In ancient Greek religion and mythology, the twelve Olympians are the major deities of the Greek pantheon, commonly considered to be Zeus, Hera, Poseidon, Demeter, Athena, Apollo, Artemis, Ares, Hephaestus, Aphrodite, Hermes, and either Hestia or Dionysus. They were called Olympians because, according to tradition, they resided on Mount Olympus.
Although Hades was a major ancient Greek god, and was the brother of the first generation of Olympians (Zeus, Poseidon, Hera, Demeter, and Hestia), his realm was the underworld, far from Olympus, and thus was not usually considered to be one of the Olympians.
Besides the twelve Olympians, there were many other cultic groupings of twelve gods.
The Olympians were a race of deities, primarily consisting of a third and fourth generation of immortal beings, worshipped as the principal gods of the Greek pantheon and so named because of their residency atop Mount Olympus. They gained their supremacy in a ten-year-long war of gods, in which Zeus led his siblings to victory over the previous generation of ruling gods, the Titans. They were a family of gods, the most important consisting of the first generation of Olympians, offspring of the Titans Cronus and Rhea: Zeus, Poseidon, Hera, Demeter and Hestia, along with the principal offspring of Zeus: Athena, Apollo, Artemis, Ares, Aphrodite, Hephaestus, Hermes, and Dionysus. Although Hades was a major deity in the Greek pantheon, and was the brother of Zeus and the other first generation of Olympians, his realm was far away from Olympus in the underworld, and thus he was not usually considered to be one of the Olympians. Olympic gods can be contrasted to chthonic gods including Hades, by mode of sacrifice, the latter receiving sacrifices in a bothros (βόθρος, "pit") or megaron (μέγαρον, "sunken chamber") rather than at an altar.
The canonical number of Olympian gods was twelve, but besides the (thirteen) principal Olympians listed above, there were many other residents of Olympus, who thus might be considered to be Olympians. Heracles became a resident of Olympus after his apotheosis and married another Olympian resident Hebe. According to Hesiod, the children of Styx: Zelus (Envy), Nike (Victory), Cratos (Power), and Bia (Force), "have no house apart from Zeus, nor any dwelling nor path except that wherein God leads them, but they dwell always with Zeus." Some others who might be considered Olympians, include the Muses, the Graces, Iris, Dione, Eileithyia, the Horae, and Ganymede.
Besides the twelve Olympians, there were many other various cultic groupings of twelve gods throughout ancient Greece. The earliest evidence of Greek religious practice involving twelve gods (Greek: δωδεκάθεον, dodekatheon, from δώδεκα dōdeka, "twelve" and θεοί theoi, "gods") comes no earlier than the late sixth century BC. According to Thucydides, an altar of the twelve gods was established in the agora of Athens by the archon Pisistratus (son of Hippias, and the grandson of the tyrant Pisistratus), in c. 522 BC. The altar became the central point from which distances from Athens were measured and a place of supplication and refuge.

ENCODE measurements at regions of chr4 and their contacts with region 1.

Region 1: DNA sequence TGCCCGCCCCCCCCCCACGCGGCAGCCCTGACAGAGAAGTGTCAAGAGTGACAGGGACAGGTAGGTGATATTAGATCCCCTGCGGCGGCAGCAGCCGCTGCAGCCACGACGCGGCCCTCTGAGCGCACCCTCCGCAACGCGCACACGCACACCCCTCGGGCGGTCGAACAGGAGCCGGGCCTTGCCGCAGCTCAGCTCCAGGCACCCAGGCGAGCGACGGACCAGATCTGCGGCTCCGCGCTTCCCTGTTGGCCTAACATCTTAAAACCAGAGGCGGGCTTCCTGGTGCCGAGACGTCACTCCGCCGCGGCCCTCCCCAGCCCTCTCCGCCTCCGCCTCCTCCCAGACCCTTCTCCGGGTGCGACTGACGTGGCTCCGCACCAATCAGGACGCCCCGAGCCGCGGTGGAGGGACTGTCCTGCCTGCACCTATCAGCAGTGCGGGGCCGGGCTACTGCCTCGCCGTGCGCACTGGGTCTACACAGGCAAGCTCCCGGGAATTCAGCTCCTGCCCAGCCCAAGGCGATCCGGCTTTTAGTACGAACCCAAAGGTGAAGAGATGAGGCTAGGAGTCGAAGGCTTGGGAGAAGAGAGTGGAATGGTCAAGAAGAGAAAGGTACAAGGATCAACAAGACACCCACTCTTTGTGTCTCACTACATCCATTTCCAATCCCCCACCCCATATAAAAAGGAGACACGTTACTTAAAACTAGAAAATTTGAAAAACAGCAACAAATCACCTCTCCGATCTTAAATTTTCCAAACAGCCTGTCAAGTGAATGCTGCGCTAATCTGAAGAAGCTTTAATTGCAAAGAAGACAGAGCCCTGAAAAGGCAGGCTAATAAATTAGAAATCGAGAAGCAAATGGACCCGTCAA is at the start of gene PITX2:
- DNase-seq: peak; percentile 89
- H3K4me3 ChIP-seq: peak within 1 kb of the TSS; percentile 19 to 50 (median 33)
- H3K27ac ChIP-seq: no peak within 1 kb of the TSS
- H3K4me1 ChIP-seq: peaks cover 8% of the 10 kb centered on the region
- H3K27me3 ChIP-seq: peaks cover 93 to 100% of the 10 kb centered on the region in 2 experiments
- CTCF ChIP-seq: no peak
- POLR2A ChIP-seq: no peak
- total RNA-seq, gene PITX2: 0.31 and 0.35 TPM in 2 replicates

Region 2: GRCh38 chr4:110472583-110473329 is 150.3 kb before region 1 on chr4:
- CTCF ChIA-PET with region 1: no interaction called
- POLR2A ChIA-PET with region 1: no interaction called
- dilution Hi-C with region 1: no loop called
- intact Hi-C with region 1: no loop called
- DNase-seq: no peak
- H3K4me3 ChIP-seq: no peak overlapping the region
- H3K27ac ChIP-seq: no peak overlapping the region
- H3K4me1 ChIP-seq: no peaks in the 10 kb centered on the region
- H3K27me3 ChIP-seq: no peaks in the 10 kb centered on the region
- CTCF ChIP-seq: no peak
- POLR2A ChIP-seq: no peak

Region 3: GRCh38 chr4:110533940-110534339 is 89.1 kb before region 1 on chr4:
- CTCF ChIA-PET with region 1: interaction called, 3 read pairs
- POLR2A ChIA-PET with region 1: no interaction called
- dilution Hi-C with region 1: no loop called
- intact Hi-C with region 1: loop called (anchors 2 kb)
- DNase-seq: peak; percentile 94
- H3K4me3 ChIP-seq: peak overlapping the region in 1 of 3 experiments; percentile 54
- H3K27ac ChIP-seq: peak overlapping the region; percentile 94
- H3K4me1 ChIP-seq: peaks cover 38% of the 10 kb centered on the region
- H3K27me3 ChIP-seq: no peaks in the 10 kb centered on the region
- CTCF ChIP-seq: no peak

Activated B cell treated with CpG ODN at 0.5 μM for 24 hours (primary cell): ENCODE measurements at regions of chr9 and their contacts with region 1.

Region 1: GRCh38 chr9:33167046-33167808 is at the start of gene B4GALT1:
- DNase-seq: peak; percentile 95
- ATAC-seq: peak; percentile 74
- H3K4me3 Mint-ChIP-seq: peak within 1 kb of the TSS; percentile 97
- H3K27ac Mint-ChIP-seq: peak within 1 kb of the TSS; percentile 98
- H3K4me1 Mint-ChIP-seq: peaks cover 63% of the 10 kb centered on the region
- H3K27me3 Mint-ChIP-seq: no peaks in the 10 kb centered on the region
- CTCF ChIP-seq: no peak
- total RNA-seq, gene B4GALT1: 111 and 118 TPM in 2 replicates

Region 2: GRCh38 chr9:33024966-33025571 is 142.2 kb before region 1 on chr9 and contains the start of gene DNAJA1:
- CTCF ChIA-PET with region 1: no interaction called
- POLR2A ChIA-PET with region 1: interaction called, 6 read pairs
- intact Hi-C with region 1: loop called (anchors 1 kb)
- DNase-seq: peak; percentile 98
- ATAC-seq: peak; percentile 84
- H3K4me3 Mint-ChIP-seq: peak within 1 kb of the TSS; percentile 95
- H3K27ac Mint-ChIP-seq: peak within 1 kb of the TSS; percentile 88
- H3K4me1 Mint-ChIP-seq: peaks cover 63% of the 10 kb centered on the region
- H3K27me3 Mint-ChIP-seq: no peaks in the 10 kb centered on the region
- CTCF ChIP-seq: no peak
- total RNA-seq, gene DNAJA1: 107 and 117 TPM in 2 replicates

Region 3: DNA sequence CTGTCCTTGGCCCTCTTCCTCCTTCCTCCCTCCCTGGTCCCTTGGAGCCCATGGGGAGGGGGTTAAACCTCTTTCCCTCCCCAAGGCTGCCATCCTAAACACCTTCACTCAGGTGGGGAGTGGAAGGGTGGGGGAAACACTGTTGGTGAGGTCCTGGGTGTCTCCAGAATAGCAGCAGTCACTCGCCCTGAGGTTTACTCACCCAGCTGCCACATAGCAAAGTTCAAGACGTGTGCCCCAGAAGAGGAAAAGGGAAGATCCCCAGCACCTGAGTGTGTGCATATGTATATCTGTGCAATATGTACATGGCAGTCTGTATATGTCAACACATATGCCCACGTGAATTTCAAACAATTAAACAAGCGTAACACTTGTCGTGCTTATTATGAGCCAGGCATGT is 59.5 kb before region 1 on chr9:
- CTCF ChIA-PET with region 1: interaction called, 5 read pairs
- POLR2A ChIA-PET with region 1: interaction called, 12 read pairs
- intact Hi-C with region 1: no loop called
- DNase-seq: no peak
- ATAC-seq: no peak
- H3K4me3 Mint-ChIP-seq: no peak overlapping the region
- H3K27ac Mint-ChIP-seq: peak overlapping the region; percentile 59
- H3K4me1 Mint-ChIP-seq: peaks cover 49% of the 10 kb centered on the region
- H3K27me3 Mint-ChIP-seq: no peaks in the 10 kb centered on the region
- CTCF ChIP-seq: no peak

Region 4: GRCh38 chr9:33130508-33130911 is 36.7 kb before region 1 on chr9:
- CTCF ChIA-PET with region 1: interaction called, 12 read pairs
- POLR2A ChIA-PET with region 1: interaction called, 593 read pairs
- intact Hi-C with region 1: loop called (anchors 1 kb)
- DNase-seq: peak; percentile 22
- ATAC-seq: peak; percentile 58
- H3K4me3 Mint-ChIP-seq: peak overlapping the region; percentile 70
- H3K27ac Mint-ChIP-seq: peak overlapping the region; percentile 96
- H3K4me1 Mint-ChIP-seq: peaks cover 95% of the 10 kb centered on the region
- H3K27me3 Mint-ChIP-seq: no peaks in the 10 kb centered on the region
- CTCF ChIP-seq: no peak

Olympia apparently also had an early tradition of twelve gods. The Homeric Hymn to Hermes (c. 500 BC) has the god Hermes divide a sacrifice of two cows he has stolen from Apollo, into twelve parts, on the banks of the river Alpheius (presumably at Olympia):
Another of Pindar's Olympian odes mentions "six double altars". Herodorus of Heraclea (c. 400 BC) also has Heracles founding a shrine at Olympia, with six pairs of gods, each pair sharing a single altar.
Many other places had cults of the twelve gods, including Delos, Chalcedon, Magnesia on the Maeander, and Leontinoi in Sicily. As with the twelve Olympians, although the number of gods was fixed at twelve, the membership varied. While the majority of the gods included as members of these other cults of twelve gods were Olympians, non-Olympians were also sometimes included. For example, Herodorus of Heraclea identified the six pairs of gods at Olympia as: Zeus and Poseidon, Hera and Athena, Hermes and Apollo, the Graces and Dionysus, Artemis and Alpheus, and Cronus and Rhea. Thus while this list includes the eight Olympians: Zeus, Poseidon, Hera, Athena, Hermes, Apollo, Artemis, and Dionysus, it also contains three clear non-Olympians: the Titan parents of the first generation of Olympians, Cronus and Rhea, and the river god Alpheius, with the status of the Graces (here apparently counted as one god) being unclear.
The Roman poet Ennius gives the Roman equivalents (the Dii Consentes) as six male-female complements, preserving the place of Vesta (Greek Hestia), who played a crucial role in Roman religion as a state goddess maintained by the Vestals.
There is no single canonical list of the twelve Olympian gods. The thirteen gods and goddesses most commonly considered to be one of the twelve Olympians are listed below.
Most listings include either one or the other of the following deities as one of the twelve Olympians.